Rubbish Bins and Food Safety

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Rubbish Bins and Food Safety / Food Hygiene

Rubbish Bins harbour a lot, and I mean A LOT, of biological contaminants. Whether these bins are in the kitchen or outside, the bacteria are there. And if left open, outside bins quickly 'gather’ pests – flies, insects, rats, birds, seagulls and so forth – and these pests then spread these germs via their beaks, their feet, their tails etc.

Did you know that a fly regurgitates enzymes on the food it eats? This is to break the food down to a more liquid state, which it can then 'slurp’ up. Wonderful, let’s add some vomit to the food we eat…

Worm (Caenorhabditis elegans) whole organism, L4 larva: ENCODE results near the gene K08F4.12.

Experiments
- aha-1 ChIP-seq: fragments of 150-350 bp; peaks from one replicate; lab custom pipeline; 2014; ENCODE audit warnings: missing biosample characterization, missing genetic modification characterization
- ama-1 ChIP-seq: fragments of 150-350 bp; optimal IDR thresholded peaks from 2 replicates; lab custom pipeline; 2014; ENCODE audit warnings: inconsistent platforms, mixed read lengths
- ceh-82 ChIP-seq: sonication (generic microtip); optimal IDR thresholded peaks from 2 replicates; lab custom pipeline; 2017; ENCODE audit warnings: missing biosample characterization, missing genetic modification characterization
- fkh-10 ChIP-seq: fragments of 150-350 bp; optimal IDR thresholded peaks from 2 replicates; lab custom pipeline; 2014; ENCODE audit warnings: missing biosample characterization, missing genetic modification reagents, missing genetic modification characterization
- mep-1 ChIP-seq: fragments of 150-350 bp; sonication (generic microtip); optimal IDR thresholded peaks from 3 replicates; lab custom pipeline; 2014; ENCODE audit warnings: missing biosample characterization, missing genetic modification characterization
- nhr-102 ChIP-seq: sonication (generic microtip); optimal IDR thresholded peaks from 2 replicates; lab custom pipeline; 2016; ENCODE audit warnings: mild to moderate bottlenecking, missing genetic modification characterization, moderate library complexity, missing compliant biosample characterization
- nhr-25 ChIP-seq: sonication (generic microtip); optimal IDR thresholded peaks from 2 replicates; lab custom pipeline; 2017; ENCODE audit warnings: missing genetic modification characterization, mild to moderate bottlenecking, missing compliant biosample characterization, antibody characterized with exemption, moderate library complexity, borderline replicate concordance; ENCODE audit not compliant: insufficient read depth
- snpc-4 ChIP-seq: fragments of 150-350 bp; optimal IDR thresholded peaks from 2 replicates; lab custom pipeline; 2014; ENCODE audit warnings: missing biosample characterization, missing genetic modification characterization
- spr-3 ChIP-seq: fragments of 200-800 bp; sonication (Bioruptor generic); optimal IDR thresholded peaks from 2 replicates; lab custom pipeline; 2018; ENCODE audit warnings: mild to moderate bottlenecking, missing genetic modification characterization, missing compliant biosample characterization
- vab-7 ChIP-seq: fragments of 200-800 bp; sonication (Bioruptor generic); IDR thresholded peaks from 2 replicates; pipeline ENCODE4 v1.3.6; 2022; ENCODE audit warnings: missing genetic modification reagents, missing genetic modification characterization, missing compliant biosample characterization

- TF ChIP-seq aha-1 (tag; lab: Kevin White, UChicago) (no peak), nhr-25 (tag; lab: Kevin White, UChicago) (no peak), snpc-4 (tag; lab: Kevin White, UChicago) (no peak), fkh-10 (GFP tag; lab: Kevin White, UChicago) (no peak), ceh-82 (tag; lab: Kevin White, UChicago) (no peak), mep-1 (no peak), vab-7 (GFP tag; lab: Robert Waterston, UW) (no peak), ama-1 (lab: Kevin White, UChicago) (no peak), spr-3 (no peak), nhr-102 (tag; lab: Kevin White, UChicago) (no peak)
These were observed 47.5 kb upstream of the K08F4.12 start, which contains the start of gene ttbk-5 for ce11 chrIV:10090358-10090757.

They also have lots of very fine hairs on their legs, which means they trap all sorts of stuff and bacteria on them, which they then transfer to another bit of food they eat. So, for instance, they’ve just had a bit of a taste of dog poo, hopped onto the open rubbish bin outside to have a slurp of some rotting meat, before flying into the kitchen and landing on the salad – lovely.

Rubbish bins need to be kept clean for these obvious reasons. And closed! Inside and out. Indoor bins should be openable without having to touch the lid. for instance, foot or sensor operated. That way, you don’t transfer bacteria and other contaminants from the rubbish in your hand, to the lid, and then to edible foods you’re working with. And ofcourse, you have to wash your hands every time you deal with rubbish – though this is something that is often not done…

So, what is wrong with these pictures below?